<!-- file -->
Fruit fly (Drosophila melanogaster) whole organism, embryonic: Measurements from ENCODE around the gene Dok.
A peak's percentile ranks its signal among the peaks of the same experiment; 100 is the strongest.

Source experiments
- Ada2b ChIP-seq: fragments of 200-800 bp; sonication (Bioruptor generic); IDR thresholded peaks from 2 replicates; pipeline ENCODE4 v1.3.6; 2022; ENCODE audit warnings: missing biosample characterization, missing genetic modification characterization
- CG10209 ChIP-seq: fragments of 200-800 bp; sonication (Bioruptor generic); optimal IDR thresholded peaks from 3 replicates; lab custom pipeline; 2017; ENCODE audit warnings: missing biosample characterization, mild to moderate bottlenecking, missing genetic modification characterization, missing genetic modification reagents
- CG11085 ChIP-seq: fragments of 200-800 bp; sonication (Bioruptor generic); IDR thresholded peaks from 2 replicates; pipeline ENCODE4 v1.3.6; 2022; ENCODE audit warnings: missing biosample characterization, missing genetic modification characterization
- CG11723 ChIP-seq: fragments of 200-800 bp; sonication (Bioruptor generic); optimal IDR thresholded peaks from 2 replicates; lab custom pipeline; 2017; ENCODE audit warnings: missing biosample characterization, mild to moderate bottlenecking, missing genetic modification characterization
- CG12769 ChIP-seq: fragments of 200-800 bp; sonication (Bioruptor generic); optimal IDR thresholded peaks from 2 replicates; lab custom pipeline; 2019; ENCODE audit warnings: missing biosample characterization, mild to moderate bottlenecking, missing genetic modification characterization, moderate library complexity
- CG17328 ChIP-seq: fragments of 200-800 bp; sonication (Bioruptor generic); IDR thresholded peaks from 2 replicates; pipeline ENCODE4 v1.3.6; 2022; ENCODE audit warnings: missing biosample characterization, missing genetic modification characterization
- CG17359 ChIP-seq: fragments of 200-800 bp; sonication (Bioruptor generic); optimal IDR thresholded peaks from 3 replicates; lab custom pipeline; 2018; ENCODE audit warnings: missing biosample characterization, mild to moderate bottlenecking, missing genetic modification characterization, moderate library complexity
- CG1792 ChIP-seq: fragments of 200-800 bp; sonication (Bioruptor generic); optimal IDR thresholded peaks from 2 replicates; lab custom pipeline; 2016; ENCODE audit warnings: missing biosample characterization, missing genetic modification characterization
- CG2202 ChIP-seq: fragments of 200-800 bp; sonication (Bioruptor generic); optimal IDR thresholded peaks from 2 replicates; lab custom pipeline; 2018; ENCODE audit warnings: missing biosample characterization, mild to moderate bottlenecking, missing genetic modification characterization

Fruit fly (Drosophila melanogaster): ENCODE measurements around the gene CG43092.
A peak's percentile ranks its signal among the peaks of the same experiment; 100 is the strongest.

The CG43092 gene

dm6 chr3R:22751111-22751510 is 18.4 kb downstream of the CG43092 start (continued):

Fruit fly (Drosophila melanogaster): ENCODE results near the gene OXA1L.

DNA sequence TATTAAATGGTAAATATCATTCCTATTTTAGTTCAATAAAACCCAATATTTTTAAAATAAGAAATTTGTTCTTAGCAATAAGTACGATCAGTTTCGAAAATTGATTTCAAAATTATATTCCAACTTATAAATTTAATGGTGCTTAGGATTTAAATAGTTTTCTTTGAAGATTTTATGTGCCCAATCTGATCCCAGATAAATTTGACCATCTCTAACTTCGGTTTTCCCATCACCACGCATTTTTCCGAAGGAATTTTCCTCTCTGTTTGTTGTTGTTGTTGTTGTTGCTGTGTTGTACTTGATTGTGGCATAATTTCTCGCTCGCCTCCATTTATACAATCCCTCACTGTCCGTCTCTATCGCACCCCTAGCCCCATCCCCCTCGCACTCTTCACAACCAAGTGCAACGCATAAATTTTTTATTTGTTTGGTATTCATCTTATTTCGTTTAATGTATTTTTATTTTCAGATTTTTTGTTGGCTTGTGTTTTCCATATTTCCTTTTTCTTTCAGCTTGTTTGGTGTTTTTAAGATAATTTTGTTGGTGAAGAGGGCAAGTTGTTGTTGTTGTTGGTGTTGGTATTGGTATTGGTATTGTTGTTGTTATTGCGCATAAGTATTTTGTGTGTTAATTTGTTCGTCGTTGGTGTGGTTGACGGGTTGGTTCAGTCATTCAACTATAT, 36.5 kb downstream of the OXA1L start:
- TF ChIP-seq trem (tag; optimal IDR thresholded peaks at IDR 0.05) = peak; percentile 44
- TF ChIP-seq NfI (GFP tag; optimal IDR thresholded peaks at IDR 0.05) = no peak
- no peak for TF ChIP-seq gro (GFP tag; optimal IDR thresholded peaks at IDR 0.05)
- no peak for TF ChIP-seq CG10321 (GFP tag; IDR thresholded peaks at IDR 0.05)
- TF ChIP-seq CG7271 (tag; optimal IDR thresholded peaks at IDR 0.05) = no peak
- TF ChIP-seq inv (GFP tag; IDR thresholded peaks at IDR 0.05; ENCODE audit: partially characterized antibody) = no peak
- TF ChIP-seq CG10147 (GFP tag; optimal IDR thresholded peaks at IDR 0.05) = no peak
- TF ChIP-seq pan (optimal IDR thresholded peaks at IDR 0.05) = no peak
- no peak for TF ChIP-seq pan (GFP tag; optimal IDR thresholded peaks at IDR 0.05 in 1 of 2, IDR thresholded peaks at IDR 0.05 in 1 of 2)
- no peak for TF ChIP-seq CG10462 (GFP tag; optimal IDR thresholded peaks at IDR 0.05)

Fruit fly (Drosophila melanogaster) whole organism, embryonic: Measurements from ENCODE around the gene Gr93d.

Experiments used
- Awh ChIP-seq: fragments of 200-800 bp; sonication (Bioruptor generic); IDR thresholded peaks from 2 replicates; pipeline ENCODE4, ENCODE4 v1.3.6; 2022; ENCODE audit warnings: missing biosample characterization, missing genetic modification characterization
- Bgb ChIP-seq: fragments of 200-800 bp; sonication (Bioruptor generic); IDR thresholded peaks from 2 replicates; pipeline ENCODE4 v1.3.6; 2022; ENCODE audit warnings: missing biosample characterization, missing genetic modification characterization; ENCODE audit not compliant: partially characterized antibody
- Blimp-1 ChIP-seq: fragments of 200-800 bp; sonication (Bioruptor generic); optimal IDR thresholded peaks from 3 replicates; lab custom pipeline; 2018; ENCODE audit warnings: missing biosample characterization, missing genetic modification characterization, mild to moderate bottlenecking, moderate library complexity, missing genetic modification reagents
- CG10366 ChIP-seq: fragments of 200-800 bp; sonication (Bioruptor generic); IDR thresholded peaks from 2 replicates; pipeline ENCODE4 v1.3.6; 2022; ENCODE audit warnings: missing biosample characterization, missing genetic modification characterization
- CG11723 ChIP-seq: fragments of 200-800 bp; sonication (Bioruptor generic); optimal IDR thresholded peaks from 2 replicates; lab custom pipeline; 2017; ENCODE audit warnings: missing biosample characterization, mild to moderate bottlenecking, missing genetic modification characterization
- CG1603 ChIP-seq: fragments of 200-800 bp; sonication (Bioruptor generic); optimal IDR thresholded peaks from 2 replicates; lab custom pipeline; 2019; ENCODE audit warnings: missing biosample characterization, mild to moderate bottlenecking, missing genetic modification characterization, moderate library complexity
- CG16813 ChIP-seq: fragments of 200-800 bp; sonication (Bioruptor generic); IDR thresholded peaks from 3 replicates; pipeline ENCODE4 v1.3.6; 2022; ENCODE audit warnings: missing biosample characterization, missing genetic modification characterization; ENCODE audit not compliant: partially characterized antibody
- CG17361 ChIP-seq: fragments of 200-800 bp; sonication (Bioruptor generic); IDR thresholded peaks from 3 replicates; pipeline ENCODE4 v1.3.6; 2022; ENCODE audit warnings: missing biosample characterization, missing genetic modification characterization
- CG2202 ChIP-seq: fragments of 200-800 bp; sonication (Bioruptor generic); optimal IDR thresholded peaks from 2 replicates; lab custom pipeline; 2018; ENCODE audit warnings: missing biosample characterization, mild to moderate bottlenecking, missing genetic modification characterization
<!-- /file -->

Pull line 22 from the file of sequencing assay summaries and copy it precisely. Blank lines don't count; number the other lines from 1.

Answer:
- no peak for TF ChIP-seq CG10321 (GFP tag; IDR thresholded peaks at IDR 0.05)